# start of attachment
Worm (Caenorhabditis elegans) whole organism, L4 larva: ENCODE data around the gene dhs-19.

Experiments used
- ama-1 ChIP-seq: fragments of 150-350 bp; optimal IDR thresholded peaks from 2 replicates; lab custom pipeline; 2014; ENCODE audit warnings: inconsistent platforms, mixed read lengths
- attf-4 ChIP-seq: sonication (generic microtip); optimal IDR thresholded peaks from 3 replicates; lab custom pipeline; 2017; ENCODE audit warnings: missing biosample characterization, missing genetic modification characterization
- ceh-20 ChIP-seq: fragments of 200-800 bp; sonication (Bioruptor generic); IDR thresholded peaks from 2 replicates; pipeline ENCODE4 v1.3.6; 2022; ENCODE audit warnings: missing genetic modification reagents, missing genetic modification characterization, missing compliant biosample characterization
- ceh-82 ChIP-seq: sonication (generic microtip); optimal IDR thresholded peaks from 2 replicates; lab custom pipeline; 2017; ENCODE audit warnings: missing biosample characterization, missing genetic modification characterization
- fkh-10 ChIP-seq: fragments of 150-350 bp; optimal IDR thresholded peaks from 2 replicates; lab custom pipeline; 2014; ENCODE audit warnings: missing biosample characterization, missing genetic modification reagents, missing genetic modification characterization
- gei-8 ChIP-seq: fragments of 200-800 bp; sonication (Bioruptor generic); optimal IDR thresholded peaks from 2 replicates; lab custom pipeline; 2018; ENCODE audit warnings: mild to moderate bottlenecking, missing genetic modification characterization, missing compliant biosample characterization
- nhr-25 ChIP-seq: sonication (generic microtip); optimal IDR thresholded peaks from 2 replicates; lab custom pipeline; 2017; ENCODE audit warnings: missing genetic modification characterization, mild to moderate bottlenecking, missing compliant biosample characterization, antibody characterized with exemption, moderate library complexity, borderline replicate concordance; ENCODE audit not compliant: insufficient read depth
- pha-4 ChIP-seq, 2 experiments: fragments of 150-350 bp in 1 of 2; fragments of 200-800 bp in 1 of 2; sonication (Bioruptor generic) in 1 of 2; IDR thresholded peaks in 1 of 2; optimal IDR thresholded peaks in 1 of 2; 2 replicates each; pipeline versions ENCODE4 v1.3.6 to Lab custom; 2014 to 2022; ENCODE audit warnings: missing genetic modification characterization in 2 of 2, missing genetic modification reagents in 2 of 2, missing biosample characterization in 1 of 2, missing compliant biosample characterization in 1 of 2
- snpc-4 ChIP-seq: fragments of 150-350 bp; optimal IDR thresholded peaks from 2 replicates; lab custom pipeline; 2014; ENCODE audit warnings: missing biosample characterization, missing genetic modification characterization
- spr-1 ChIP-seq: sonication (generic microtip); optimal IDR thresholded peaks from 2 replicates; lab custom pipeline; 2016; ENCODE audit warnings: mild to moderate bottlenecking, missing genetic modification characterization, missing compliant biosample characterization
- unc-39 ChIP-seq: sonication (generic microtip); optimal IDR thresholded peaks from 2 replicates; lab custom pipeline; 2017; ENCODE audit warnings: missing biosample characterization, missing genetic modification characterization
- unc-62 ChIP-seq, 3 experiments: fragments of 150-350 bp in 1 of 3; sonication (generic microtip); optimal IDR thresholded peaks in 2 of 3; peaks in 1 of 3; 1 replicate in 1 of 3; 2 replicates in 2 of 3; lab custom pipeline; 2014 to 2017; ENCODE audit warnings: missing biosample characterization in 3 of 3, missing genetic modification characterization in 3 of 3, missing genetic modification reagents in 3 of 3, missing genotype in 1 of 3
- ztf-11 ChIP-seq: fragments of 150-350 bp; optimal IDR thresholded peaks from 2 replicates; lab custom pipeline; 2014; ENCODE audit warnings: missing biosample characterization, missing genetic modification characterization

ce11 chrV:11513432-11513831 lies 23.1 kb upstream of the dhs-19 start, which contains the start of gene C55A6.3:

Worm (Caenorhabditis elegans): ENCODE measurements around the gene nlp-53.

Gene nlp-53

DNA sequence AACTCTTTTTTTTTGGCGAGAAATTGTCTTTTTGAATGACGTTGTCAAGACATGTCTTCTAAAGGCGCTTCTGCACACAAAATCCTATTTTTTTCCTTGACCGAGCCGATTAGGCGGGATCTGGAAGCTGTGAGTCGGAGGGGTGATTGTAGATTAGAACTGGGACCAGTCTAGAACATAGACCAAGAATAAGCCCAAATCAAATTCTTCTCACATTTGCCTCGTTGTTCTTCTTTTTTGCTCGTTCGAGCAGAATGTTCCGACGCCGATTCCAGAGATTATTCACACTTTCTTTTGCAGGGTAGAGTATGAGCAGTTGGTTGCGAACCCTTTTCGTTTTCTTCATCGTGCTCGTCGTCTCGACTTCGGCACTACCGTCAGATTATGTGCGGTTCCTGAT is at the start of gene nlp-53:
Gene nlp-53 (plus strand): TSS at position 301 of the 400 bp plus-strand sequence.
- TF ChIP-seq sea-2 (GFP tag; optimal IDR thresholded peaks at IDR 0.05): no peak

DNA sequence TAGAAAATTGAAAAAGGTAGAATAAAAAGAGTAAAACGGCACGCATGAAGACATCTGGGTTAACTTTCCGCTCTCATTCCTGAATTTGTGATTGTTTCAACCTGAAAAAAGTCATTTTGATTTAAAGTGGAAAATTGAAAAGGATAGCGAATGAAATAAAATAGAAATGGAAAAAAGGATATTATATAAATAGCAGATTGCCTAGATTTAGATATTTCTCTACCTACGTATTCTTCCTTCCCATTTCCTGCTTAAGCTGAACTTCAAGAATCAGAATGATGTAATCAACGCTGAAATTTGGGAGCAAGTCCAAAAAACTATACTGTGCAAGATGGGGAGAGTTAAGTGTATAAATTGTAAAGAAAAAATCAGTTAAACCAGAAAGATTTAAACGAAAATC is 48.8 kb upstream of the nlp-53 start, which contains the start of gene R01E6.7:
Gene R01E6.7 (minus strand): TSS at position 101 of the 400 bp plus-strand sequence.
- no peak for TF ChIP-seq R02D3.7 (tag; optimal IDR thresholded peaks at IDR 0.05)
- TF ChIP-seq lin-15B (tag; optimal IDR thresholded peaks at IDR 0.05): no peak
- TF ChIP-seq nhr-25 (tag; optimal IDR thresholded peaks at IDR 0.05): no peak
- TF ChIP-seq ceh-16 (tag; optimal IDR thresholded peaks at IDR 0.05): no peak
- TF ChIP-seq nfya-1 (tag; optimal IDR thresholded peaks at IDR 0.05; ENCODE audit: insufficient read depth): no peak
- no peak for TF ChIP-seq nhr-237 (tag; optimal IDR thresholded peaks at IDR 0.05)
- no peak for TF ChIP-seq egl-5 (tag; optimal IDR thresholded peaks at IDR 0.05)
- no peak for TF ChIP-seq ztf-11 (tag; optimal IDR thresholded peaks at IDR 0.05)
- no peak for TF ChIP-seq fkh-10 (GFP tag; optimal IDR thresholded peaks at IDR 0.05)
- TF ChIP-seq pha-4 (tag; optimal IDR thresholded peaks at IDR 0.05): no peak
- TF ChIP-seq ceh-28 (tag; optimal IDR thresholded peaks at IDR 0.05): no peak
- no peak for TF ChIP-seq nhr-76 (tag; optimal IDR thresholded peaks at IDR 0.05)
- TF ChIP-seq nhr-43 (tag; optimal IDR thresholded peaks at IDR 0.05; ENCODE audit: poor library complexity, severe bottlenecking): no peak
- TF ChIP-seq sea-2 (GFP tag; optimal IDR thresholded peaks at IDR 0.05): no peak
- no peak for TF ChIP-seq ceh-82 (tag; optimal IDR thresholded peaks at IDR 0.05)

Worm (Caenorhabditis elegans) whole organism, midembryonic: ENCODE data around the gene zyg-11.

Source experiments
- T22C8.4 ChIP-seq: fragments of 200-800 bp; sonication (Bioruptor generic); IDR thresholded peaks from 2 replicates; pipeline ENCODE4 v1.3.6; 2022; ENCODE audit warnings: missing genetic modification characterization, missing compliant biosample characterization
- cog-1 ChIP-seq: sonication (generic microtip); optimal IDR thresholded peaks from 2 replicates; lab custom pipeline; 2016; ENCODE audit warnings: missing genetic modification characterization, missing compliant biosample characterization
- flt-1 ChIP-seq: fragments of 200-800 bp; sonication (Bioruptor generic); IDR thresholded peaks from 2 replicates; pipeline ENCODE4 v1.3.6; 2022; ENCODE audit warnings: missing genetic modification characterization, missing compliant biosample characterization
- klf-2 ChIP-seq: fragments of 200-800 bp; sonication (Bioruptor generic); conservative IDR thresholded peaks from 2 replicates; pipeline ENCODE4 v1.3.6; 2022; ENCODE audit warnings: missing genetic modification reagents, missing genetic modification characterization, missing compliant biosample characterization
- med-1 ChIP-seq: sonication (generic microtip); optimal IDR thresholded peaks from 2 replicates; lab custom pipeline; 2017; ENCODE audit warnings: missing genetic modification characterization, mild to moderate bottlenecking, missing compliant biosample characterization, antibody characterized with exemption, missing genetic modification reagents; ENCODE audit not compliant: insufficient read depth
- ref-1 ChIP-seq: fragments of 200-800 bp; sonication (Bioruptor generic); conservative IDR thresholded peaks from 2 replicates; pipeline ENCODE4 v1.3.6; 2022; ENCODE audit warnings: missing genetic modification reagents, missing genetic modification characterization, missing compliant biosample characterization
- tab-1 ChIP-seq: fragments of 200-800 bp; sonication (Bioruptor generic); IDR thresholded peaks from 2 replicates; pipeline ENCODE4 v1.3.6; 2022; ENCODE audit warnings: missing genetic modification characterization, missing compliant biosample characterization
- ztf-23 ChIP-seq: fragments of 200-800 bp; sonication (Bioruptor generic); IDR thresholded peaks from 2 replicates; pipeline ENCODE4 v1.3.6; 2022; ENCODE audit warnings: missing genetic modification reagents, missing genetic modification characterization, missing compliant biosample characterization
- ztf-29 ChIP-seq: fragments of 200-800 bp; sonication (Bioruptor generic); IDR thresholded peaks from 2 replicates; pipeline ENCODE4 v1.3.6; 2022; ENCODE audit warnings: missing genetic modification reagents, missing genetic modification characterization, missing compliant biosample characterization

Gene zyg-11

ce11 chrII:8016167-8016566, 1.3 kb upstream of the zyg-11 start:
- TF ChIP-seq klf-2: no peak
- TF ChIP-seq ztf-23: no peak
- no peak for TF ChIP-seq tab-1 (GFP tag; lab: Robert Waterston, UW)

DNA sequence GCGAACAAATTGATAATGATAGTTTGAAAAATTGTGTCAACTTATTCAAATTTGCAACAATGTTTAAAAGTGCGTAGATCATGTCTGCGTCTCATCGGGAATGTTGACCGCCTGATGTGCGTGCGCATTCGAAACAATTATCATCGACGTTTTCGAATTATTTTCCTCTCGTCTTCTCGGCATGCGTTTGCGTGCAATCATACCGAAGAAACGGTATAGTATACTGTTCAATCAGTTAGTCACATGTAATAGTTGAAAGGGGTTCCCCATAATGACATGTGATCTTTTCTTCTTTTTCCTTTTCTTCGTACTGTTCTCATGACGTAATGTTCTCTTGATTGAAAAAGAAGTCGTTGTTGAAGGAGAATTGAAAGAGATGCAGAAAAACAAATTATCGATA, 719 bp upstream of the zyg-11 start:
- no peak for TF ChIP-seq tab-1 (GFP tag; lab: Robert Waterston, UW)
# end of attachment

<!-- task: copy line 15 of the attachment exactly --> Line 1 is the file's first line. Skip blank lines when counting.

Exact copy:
- ztf-11 ChIP-seq: fragments of 150-350 bp; optimal IDR thresholded peaks from 2 replicates; lab custom pipeline; 2014; ENCODE audit warnings: missing biosample characterization, missing genetic modification characterization